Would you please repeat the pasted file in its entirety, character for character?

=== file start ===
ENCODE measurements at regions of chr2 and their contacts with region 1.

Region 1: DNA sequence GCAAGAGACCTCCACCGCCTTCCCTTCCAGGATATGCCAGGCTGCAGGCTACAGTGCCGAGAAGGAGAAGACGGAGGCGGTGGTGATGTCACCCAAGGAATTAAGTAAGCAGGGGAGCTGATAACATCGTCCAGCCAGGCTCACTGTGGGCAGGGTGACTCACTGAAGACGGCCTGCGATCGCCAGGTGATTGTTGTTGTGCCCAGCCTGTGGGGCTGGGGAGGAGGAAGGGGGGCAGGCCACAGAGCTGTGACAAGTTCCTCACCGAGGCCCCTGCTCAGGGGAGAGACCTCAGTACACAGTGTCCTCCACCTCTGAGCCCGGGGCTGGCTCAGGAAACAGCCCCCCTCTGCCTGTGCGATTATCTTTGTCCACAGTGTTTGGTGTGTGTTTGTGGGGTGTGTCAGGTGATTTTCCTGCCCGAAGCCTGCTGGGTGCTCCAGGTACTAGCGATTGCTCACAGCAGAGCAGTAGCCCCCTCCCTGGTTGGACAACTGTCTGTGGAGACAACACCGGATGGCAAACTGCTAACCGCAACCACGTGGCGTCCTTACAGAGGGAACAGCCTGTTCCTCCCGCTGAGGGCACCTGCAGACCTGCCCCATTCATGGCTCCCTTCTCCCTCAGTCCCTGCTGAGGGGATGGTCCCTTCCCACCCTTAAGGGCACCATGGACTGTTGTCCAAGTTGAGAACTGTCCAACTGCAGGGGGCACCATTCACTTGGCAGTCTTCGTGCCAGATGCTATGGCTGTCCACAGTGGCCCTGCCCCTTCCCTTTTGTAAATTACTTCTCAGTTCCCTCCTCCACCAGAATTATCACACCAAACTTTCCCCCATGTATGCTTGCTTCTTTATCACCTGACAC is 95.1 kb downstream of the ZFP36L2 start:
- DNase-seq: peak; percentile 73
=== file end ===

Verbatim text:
ENCODE measurements at regions of chr2 and their contacts with region 1.

Region 1: DNA sequence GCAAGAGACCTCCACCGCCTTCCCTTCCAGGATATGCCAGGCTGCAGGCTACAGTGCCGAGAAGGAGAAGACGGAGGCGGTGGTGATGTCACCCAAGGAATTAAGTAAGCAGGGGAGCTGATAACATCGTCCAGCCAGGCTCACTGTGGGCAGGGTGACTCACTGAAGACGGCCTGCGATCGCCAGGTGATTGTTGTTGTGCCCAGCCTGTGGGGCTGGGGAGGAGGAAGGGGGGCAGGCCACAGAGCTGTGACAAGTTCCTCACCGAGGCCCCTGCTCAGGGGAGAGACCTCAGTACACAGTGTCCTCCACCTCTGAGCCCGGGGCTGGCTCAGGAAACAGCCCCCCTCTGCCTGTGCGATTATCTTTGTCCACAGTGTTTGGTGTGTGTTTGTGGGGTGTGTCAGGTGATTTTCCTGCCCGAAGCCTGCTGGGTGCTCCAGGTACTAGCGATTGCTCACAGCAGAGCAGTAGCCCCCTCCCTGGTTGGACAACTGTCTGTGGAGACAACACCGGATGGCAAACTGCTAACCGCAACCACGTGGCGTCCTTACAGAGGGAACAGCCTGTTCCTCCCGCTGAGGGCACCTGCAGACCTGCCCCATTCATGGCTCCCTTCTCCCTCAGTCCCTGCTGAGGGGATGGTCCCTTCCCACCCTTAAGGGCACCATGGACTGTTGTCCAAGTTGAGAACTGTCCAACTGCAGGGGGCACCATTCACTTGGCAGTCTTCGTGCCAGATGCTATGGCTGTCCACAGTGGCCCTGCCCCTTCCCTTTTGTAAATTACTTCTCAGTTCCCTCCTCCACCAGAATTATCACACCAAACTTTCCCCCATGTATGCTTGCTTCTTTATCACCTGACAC is 95.1 kb downstream of the ZFP36L2 start:
- DNase-seq: peak; percentile 73